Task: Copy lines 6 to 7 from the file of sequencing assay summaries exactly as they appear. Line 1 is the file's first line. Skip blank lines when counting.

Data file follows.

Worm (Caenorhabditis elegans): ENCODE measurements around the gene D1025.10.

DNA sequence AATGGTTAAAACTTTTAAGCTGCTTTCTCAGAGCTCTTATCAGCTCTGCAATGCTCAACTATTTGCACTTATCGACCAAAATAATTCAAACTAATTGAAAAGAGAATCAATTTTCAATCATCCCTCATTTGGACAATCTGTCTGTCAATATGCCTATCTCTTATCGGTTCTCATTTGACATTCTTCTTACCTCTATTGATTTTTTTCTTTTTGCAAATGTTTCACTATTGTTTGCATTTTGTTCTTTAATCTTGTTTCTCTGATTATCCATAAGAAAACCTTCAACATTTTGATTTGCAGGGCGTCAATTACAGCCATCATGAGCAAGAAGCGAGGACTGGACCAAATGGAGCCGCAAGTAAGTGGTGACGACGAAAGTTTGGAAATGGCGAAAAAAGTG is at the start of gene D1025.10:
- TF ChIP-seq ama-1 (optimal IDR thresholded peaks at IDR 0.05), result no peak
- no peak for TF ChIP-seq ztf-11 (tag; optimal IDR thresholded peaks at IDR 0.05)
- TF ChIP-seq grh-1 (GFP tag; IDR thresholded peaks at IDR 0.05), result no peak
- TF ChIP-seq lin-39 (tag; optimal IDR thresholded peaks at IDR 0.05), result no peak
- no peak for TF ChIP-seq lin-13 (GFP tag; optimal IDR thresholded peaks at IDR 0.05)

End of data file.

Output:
- TF ChIP-seq lin-39 (tag; optimal IDR thresholded peaks at IDR 0.05), result no peak
- no peak for TF ChIP-seq lin-13 (GFP tag; optimal IDR thresholded peaks at IDR 0.05)